Animal Welfare Audits Make Positive Change in Meat Industry

Abattoirs can receive funds for important training and equipment upgrades

The meat processing industry is under more scrutiny today than ever before. Periodic incidents involving the inhumane treatment of livestock have led consumers to demand animal welfare audits to ensure slaughter plants are following the best practices for animal handling.

In response, a number of industry groups created the Professional Animal Auditor Certification Organization (PAACO). PAACO's goal is to promote the humane treatment of animals by educating industry and certifying auditors to assess how well companies and individual slaughter plants comply with industry standards. Today, large buyers, such as McDonald's and Walmart, are demanding that third-party PAACO-trained auditors look at their suppliers. At the same time, the plants that supply those companies, understand the value of having training for all employees who work in their operations' welfare handling areas.

Industry Trend

"It's important that our industry move with the trends," says Lee Perrault, owner of Prairie Abattoir, in Portage La Prairie. "Buyers are requiring this kind of certification. Without it, you won't be able to sell to them. It's that simple."

Perrault recently attended a PAACO education, training and certification course in Alberta that included onsite demonstrations of major hog and beef plants. Sessions were led by North American experts in animal welfare and attracted industry people from across Canada. Prairie Abattoir in Portage la Prairie and BJ Packers of Beausejour both sent representatives to the course. Growing Forward 2 offset some of the course costs.

"There are two major reasons why the public wants to have third party inspection done within slaughter plants," says Shelagh Copeland, food safety veterinarian with Manitoba Agriculture, Food and Rural Development (MAFRD). "One is to ensure animals are treated humanely and the other is for food safety. Each of these is equally important to the public, I believe."

MAFRD recently took over direct inspection of provincial abattoirs from the Canadian Food Inspection Agency. The PAACO course gave Copeland and her colleagues additional insight into the best practices for animal welfare and auditing in plants today.

Manitoba as Leader

"Manitoba has always led the country on animal welfare issues," Copeland says. "Our goal is to optimize animal welfare in provincial abattoirs and establish an auditable system which operators can share with their clients to verify animals are handled humanely. People want to buy local. If one can also "brand" a product using a recognized standard, this can have additional value to people."

To optimize animal welfare and develop an auditable system, processors need to know what training and funds are available for plant improvements.

"We learned a great deal about how to improve facilities to reduce stress on animals," says Dana Gardiner, animal welfare specialist with MAFRD, who also attended the course. "My role now is to bring what I've learned back to Manitoba processors and help them apply for training and plant improvement funding."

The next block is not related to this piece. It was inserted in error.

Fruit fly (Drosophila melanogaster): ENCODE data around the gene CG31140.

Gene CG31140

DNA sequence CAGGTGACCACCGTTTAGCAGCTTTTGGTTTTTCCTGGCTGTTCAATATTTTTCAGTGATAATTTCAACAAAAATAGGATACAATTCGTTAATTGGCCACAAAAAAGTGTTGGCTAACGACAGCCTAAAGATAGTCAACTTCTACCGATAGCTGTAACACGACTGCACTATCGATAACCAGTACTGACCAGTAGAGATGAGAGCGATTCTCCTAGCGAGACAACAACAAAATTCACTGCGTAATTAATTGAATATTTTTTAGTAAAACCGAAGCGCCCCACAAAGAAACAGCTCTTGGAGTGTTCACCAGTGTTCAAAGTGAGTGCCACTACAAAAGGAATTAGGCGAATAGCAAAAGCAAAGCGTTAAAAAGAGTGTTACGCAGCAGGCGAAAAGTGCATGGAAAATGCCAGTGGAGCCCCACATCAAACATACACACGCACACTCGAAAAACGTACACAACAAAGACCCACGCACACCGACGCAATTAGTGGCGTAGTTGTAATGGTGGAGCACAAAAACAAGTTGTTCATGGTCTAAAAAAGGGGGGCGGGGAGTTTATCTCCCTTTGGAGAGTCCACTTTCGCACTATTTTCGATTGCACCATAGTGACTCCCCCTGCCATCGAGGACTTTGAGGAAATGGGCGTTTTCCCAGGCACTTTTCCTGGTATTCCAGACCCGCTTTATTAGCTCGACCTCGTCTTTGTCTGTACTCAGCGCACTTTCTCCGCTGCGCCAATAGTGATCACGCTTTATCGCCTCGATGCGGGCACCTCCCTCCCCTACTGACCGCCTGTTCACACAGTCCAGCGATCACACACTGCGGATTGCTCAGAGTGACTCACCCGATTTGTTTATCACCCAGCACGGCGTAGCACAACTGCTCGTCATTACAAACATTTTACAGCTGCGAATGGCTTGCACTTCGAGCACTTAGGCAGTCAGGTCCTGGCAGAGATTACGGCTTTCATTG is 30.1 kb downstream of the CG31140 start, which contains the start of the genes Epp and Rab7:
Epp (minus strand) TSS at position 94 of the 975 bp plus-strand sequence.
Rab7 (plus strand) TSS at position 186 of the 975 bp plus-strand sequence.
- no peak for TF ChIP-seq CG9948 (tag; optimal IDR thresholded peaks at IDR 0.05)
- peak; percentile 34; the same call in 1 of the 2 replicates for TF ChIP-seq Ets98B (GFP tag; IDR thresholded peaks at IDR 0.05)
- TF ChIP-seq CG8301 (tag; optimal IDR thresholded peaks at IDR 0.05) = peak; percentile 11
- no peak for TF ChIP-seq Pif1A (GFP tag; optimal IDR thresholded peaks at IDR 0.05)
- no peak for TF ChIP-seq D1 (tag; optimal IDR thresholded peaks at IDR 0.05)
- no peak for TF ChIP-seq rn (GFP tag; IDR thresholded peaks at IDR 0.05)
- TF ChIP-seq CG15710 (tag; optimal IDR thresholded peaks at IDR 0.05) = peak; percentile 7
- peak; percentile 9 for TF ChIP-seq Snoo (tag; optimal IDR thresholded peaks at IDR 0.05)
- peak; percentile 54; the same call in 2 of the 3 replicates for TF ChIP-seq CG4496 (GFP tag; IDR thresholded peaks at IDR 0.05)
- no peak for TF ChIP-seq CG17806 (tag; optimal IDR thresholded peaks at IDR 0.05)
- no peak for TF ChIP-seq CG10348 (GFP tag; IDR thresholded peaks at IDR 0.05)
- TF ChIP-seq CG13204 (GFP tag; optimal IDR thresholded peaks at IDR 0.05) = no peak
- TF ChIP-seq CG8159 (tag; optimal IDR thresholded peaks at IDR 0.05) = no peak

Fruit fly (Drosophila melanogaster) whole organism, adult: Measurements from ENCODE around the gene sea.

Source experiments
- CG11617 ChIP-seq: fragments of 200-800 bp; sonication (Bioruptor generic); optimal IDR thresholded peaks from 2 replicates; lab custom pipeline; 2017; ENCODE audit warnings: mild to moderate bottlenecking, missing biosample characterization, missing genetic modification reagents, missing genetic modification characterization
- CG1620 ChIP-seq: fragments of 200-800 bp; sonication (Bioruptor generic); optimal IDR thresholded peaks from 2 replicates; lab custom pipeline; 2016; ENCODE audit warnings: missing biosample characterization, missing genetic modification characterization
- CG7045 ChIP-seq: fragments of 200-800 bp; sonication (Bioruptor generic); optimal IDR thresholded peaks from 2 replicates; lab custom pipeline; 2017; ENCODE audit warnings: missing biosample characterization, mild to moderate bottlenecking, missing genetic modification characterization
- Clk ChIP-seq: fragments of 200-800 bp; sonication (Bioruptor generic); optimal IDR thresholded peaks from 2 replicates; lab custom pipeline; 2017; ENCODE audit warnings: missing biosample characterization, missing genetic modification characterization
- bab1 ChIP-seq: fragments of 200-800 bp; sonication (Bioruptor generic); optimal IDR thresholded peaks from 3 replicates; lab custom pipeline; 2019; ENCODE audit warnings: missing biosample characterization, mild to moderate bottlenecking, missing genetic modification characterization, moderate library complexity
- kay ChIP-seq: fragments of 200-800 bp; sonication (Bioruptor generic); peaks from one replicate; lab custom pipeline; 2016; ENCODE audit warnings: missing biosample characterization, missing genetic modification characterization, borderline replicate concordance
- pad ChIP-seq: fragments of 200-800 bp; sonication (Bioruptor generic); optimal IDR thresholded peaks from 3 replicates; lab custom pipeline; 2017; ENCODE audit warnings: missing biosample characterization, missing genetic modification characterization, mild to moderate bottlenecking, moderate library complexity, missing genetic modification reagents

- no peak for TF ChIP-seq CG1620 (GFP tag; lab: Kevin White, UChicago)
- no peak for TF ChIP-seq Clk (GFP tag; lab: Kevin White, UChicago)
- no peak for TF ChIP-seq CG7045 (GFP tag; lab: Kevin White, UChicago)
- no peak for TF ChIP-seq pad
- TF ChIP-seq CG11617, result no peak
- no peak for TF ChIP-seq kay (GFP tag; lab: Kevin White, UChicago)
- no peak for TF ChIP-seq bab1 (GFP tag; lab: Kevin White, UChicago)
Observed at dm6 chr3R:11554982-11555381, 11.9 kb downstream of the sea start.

Funding Available

Abattoirs can apply to the Growing Assurance Program - Food Safety Processing and Distribution program. The Livestock Welfare Processor Program has been allotted $800,000 over the next four years to fund audits. The goal is to help processors pay for training, infrastructure improvements and certain kinds of new equipment. Successful applicants can receive up to $50,000 at a 65 per cent cost recovery. Growing Assurance is a program under Growing Forward 2, a federal-provincial-territorial initiative.

While most of the larger plants already have certified animal welfare auditors on staff, it's a new concept for most smaller plants, but one that is being received with interest.

"The course was well run and extremely informative" Perrault says. "My business is better off for it. These days, it's very important to understand the way the public views your business and consumers want to see plants meeting certain standards. At the same time, we recognize that following humane practices gives us a better quality product in the end."

The PAACO programs are all based on the pioneering work that Dr. Temple Grandin has done on animal welfare. Participants learn directly from industry leaders about the best methods of animal handling, including the preferred configuration of the chute. Once they complete the course and pass the examination, participants are required to complete three shadow audits with a certified auditor. Once they are certified by PAACO, auditors must complete annual education credits to maintain their certification.

Livestock Welfare Processor Program

How to apply for funding:

  1. Complete your application in full and attach all required documents. Applications and program details can be found on the Growing Assurance - Food Safety Processing and Distribution webpage.
  2. Submit your application and documents to your MAFRD GO Office; or send directly to:
    Manitoba Agriculture, Food and Rural Development (MAFRD)
    PO Box 1240, 810 Phillips Street
    Portage la Prairie MB R1N 3J9
    Fax: 204-239-3180
  3. When your application is received, the animal welfare - humane slaughter specialist will contact you to discuss further program details and requirements.

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